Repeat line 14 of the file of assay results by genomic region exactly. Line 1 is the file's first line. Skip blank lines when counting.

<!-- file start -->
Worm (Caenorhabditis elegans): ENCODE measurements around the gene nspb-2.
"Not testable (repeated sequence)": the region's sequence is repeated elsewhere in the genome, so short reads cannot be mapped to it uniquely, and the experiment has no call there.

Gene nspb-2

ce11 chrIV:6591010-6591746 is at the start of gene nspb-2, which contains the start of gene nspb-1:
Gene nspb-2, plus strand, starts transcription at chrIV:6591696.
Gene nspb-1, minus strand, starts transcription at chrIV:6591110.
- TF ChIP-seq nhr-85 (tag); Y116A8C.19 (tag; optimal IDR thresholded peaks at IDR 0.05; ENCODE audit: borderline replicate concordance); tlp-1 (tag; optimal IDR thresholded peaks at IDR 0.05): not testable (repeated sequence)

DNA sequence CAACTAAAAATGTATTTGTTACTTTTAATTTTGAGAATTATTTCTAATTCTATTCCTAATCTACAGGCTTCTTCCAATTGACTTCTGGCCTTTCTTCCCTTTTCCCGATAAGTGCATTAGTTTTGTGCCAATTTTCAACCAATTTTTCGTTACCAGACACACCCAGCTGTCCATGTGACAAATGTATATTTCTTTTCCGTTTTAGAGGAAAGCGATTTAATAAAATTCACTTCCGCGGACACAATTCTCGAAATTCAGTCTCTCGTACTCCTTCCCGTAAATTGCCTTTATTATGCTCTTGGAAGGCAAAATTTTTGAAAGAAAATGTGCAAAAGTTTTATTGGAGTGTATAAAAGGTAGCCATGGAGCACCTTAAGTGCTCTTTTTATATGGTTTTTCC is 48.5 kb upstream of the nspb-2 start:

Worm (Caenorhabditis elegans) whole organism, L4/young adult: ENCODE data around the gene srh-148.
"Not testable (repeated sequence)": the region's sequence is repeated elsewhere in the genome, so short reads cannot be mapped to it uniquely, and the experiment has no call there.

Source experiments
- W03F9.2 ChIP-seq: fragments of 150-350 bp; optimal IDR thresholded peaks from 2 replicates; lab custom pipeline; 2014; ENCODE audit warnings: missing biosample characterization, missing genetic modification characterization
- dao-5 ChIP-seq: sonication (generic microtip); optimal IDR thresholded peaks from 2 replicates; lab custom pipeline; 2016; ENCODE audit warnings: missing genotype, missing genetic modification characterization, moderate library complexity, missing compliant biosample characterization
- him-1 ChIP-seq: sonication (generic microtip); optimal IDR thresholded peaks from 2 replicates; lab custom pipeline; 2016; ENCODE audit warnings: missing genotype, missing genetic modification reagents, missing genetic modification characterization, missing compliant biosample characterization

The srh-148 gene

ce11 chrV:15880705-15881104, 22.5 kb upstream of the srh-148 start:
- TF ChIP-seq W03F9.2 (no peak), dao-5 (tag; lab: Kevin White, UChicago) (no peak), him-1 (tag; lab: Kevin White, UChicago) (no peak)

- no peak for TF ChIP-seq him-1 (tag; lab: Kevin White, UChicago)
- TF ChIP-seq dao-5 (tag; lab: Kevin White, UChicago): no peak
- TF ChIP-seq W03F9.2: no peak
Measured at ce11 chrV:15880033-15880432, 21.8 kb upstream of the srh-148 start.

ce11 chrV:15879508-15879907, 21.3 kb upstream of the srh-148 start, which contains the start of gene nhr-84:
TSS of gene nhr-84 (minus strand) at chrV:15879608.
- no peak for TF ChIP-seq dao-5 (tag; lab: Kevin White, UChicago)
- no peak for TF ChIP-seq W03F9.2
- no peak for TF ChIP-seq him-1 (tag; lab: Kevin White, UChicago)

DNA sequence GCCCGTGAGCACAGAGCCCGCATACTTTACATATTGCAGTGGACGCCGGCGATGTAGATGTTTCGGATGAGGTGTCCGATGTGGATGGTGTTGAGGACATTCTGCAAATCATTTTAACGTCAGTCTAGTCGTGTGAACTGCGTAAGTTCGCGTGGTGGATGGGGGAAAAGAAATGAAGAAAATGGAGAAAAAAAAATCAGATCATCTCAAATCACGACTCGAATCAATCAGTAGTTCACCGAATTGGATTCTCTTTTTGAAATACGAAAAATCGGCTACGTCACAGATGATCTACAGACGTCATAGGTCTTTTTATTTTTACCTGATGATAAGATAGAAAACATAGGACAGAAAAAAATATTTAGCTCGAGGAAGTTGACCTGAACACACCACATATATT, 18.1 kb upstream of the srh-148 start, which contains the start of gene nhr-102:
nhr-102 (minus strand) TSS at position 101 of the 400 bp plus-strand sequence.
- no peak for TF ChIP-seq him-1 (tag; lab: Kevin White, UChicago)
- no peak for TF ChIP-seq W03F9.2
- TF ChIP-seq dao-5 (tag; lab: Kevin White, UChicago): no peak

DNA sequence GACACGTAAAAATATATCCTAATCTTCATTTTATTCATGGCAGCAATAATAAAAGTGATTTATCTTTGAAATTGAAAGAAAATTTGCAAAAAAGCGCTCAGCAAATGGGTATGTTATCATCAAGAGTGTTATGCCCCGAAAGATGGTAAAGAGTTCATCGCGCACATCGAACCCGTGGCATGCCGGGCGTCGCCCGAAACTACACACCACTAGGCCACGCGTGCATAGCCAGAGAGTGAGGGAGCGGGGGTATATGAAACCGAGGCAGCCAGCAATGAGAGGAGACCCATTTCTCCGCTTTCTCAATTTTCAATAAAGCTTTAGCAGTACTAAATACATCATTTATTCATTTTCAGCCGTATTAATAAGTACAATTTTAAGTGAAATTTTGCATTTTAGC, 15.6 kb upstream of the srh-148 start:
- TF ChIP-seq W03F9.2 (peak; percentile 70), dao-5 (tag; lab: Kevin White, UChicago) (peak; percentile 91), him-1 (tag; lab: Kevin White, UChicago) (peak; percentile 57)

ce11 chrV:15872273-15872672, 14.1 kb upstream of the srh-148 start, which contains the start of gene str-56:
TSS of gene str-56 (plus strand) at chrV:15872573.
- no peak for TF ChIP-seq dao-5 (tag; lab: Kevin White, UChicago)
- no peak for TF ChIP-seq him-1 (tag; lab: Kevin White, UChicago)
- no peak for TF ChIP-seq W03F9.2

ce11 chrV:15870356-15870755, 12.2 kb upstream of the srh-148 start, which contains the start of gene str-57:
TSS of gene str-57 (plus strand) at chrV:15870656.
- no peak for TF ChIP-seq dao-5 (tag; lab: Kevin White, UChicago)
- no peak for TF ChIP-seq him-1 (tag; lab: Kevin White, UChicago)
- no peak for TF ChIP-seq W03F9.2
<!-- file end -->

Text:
- him-1 ChIP-seq: sonication (generic microtip); optimal IDR thresholded peaks from 2 replicates; lab custom pipeline; 2016; ENCODE audit warnings: missing genotype, missing genetic modification reagents, missing genetic modification characterization, missing compliant biosample characterization